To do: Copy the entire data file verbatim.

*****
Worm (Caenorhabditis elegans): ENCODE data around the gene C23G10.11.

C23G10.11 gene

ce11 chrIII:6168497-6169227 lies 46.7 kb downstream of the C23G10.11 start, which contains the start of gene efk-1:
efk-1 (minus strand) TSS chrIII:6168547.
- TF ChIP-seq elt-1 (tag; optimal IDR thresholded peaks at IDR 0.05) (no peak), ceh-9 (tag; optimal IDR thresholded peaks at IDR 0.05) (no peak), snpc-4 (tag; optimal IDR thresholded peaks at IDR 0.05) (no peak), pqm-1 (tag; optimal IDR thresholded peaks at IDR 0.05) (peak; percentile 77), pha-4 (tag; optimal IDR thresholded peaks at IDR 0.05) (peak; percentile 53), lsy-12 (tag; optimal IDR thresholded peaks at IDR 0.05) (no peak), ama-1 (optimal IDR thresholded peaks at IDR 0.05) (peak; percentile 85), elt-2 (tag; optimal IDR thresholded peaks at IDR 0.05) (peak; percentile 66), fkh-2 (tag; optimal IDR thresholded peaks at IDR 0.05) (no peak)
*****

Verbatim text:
Worm (Caenorhabditis elegans): ENCODE data around the gene C23G10.11.

C23G10.11 gene

ce11 chrIII:6168497-6169227 lies 46.7 kb downstream of the C23G10.11 start, which contains the start of gene efk-1:
efk-1 (minus strand) TSS chrIII:6168547.
- TF ChIP-seq elt-1 (tag; optimal IDR thresholded peaks at IDR 0.05) (no peak), ceh-9 (tag; optimal IDR thresholded peaks at IDR 0.05) (no peak), snpc-4 (tag; optimal IDR thresholded peaks at IDR 0.05) (no peak), pqm-1 (tag; optimal IDR thresholded peaks at IDR 0.05) (peak; percentile 77), pha-4 (tag; optimal IDR thresholded peaks at IDR 0.05) (peak; percentile 53), lsy-12 (tag; optimal IDR thresholded peaks at IDR 0.05) (no peak), ama-1 (optimal IDR thresholded peaks at IDR 0.05) (peak; percentile 85), elt-2 (tag; optimal IDR thresholded peaks at IDR 0.05) (peak; percentile 66), fkh-2 (tag; optimal IDR thresholded peaks at IDR 0.05) (no peak)